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XMLHttpRequest Priority Proposal

From: Mike Belshe <mbelshe@google.com>
Date: Tue, 13 Apr 2010 09:13:46 -0700
Message-ID: <o2qbccec9d81004130913m64fef8b8k61d5c9c3d96ccb11@mail.gmail.com>
To: public-webapps@w3.org
Hi,

I'm a developer on the chrome team, and also working on SPDY.

Others here at Google have requested that we expose some of the
priority-based resource loading mechanics to applications so that
applications can hint to the browser more information about which resources
are critical and which are not.  Some of the Google Apps teams have already
implemented their own, manual priority-based resource fetchers, and our maps
team saw a huge latency reduction as a result of doing so.  Internally to
chromium and webkit, resource loading is also priority-aware today.
 Finally, in SPDY, we've observed good improvements by exposing priorities
all the way across the protocol.  We believe exposing priority on the XHR
object may benefit many applications manage their resource loads.

Here is a quick writeup of one proposal which we think would work in
browsers.  We believe it is backward compatible with existing XHR, and can
be optionally implemented.  It also leaves a fair amount of the tuning at
the discretion of the browser, so it does not create a long-term liability
in the browser.  We hope that these considerations make it an easy choice to
approve.

I'm wondering if the XMLHttpRequest group would be interested in taking this
on?

Thanks,
Mike


XMLHttpRequest Priority FetchingEvery performant web browser implementation
today implements various heuristics for resource loading prioritization
internally.  The notion is simple, that loading some resources, such as
images, are less performance critical than loading other resources, such as
external style sheets.  By implementing basic priorities, browsers achieve
substantially better performance loading web pages.  Today, however, web
applications have no way of giving hints to the browser about what may be
high or low priority.

Because complex applications heavily rely on resource loading by way of
XmlHttpRequest, we propose a simple, backward compatible, and optional
mechanism whereby application developers can hint to a browser how to load a
XmlHttpRequest.

Proposed API:
interface XMLHttpRequest {
 // XMLHttpRequest Priorities.
 const unsigned short CRITICAL = 0;
 const unsigned short HIGH = 1;
 const unsigned short LOW = 2;
 const unsigned short LOWEST = 3;

 // Set the load priority for this request.
 void setPriority(unsigned short priority);
}

Example Usage:
var client = new XMLHttprequest;
client.setPriority(HIGH);
client.open(’GET’, ‘demo.cgi’);
client.send();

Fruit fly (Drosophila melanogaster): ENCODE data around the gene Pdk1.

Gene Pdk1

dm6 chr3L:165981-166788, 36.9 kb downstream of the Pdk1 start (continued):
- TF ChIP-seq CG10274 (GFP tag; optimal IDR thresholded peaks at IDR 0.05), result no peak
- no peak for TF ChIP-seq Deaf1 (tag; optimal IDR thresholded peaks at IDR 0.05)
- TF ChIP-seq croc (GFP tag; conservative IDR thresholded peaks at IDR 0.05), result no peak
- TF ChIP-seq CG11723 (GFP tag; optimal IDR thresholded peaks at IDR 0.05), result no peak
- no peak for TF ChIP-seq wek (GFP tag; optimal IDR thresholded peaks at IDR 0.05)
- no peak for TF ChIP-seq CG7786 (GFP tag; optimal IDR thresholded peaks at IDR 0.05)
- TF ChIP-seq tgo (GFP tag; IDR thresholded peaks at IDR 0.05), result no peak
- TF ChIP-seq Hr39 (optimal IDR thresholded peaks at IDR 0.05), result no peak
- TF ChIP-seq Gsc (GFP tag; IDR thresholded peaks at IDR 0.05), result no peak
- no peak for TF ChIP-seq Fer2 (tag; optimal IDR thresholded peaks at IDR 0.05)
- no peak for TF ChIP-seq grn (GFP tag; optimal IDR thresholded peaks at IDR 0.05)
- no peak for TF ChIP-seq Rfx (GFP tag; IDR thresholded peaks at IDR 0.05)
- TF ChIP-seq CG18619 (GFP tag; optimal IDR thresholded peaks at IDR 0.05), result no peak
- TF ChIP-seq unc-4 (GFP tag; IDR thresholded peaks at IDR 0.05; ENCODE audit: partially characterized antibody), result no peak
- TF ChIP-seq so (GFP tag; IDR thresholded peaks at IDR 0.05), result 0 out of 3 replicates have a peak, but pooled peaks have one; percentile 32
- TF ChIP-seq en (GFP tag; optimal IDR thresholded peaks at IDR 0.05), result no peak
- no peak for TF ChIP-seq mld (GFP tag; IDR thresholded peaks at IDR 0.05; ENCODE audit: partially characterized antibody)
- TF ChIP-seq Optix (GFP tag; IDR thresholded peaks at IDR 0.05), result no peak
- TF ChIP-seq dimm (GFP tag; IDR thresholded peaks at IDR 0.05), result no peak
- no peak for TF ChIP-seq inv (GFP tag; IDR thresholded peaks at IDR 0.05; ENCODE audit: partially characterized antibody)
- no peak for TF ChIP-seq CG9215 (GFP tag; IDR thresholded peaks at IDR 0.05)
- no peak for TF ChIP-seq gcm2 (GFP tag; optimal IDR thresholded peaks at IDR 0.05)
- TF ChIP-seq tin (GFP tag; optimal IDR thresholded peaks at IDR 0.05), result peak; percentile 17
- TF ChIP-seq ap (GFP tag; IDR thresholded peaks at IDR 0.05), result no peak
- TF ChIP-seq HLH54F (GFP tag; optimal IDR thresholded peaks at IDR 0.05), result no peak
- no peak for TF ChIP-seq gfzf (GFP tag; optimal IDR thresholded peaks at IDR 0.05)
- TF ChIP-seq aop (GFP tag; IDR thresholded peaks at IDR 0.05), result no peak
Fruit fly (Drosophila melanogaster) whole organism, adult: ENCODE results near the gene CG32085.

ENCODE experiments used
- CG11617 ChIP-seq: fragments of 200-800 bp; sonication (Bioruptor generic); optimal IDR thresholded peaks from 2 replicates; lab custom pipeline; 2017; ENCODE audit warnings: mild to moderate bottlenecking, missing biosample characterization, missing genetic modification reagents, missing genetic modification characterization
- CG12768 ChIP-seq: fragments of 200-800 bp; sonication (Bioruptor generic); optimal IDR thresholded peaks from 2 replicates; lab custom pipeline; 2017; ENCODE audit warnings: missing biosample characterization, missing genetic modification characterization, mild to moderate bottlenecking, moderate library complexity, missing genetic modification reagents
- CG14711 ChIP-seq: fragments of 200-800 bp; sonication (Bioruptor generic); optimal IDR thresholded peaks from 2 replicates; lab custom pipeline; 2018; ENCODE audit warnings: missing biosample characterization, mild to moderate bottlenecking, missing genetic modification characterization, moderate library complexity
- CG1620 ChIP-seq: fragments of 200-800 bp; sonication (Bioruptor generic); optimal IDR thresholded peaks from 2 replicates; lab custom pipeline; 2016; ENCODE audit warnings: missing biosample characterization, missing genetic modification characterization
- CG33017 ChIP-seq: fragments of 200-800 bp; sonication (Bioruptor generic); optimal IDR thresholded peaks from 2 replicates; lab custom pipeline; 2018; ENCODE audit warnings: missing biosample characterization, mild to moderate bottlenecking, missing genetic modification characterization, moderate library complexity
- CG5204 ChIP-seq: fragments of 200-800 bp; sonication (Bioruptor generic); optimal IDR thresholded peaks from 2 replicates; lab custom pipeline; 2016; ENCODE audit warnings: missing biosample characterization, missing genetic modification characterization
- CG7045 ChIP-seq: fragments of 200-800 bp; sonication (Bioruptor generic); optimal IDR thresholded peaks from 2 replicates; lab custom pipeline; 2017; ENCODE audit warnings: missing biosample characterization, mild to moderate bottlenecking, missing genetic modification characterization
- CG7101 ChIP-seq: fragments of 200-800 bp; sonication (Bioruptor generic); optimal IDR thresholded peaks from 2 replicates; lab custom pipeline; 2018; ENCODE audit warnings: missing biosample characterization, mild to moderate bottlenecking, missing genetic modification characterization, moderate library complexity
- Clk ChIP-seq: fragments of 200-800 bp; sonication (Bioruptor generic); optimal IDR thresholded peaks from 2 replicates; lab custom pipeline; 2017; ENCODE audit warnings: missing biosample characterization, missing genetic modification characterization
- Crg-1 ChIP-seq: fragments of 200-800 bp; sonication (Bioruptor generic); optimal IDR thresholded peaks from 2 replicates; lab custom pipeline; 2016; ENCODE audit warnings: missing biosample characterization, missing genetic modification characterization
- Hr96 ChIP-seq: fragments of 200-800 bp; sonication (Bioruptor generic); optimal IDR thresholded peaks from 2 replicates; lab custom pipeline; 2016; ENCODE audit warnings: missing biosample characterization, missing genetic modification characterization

Description:
When a new XMLHttpRequest object is created, it contains a notion of
priority.  Browsers which schedule resource fetches may optionally use this
priority to determine in which order resources are fetched.

4 priorities are provided.  By keeping the number of different priorities
small, we keep browser and XMLHttpRequest priority implementations simple.

By default, all XMLHttpRequest objects have a priority ‘LOW’.

Applications may alter the priority by calling the setPriority() method on
the XMLHttpRequest object.  The priority set on the object at the time the
applicaiton calls the XMLHttpRequest.send() method determines the priority
the browser should use when fetching this resource.  Calling setPriority()
after the send() method will have no effect on the priority of the resource
load.

Browsers are not required to support the priority requested by applications,
and may ignore it altogether.  However, browsers are encouraged to support
the requested priority order.  The following is a description of one
possible prioritization policy:
  CRITICAL resources are loaded first.  When CRITICAL resources are in
progress, requests for HIGH/MEDIUM/LOW resources are deferred until all
CRITICAL resources have finished.
  HIGH/MEDIUM/LOW resources are loaded in that order.  When no CRITICAL
resources are in progress, HIGH/MEDIUM/LOW resources will be loaded with
HIGH priority first.  The browser does not need to wait until higher
priority resources have finished fetching before it starts a request for a
lower priority resource, although it may chose to do so.

Existing Implementations:
Google is currently using resource prioritization techniques in its Google
Maps application, internally to the Google Chrome browser, and also as a
part of the SPDY protocol.
Received on Tuesday, 13 April 2010 16:14:19 GMT

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